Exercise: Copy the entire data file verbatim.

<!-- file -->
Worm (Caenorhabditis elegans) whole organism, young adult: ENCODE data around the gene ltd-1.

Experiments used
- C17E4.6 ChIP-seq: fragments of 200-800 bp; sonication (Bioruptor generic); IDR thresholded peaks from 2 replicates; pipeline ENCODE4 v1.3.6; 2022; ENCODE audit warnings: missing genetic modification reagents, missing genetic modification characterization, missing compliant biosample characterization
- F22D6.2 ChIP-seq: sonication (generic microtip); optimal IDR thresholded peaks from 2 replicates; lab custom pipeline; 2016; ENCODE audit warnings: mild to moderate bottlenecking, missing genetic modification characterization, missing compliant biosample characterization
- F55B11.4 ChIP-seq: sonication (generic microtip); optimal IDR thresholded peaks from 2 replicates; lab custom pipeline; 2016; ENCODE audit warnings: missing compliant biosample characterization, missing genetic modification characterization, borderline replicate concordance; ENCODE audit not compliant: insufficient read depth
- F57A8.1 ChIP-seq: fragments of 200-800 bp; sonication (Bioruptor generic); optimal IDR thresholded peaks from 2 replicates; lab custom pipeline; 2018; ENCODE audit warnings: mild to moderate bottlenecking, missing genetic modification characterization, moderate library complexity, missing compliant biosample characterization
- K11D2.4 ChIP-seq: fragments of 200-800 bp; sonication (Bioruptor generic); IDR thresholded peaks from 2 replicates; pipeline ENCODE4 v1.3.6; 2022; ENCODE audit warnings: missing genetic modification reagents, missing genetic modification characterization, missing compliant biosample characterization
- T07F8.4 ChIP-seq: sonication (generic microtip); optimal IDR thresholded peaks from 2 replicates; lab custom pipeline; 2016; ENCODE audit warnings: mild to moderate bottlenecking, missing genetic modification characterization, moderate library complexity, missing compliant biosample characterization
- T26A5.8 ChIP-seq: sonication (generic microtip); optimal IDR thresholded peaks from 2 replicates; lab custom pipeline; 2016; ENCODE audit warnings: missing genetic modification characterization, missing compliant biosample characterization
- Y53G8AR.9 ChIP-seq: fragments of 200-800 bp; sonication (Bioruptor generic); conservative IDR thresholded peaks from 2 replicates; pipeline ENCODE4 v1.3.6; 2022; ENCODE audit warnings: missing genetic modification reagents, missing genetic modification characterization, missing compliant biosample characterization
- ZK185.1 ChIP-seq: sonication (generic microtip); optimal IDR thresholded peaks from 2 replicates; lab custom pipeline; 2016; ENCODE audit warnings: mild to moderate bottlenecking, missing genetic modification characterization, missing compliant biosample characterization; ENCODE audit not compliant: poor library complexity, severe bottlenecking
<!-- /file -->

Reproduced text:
Worm (Caenorhabditis elegans) whole organism, young adult: ENCODE data around the gene ltd-1.

Experiments used
- C17E4.6 ChIP-seq: fragments of 200-800 bp; sonication (Bioruptor generic); IDR thresholded peaks from 2 replicates; pipeline ENCODE4 v1.3.6; 2022; ENCODE audit warnings: missing genetic modification reagents, missing genetic modification characterization, missing compliant biosample characterization
- F22D6.2 ChIP-seq: sonication (generic microtip); optimal IDR thresholded peaks from 2 replicates; lab custom pipeline; 2016; ENCODE audit warnings: mild to moderate bottlenecking, missing genetic modification characterization, missing compliant biosample characterization
- F55B11.4 ChIP-seq: sonication (generic microtip); optimal IDR thresholded peaks from 2 replicates; lab custom pipeline; 2016; ENCODE audit warnings: missing compliant biosample characterization, missing genetic modification characterization, borderline replicate concordance; ENCODE audit not compliant: insufficient read depth
- F57A8.1 ChIP-seq: fragments of 200-800 bp; sonication (Bioruptor generic); optimal IDR thresholded peaks from 2 replicates; lab custom pipeline; 2018; ENCODE audit warnings: mild to moderate bottlenecking, missing genetic modification characterization, moderate library complexity, missing compliant biosample characterization
- K11D2.4 ChIP-seq: fragments of 200-800 bp; sonication (Bioruptor generic); IDR thresholded peaks from 2 replicates; pipeline ENCODE4 v1.3.6; 2022; ENCODE audit warnings: missing genetic modification reagents, missing genetic modification characterization, missing compliant biosample characterization
- T07F8.4 ChIP-seq: sonication (generic microtip); optimal IDR thresholded peaks from 2 replicates; lab custom pipeline; 2016; ENCODE audit warnings: mild to moderate bottlenecking, missing genetic modification characterization, moderate library complexity, missing compliant biosample characterization
- T26A5.8 ChIP-seq: sonication (generic microtip); optimal IDR thresholded peaks from 2 replicates; lab custom pipeline; 2016; ENCODE audit warnings: missing genetic modification characterization, missing compliant biosample characterization
- Y53G8AR.9 ChIP-seq: fragments of 200-800 bp; sonication (Bioruptor generic); conservative IDR thresholded peaks from 2 replicates; pipeline ENCODE4 v1.3.6; 2022; ENCODE audit warnings: missing genetic modification reagents, missing genetic modification characterization, missing compliant biosample characterization
- ZK185.1 ChIP-seq: sonication (generic microtip); optimal IDR thresholded peaks from 2 replicates; lab custom pipeline; 2016; ENCODE audit warnings: mild to moderate bottlenecking, missing genetic modification characterization, missing compliant biosample characterization; ENCODE audit not compliant: poor library complexity, severe bottlenecking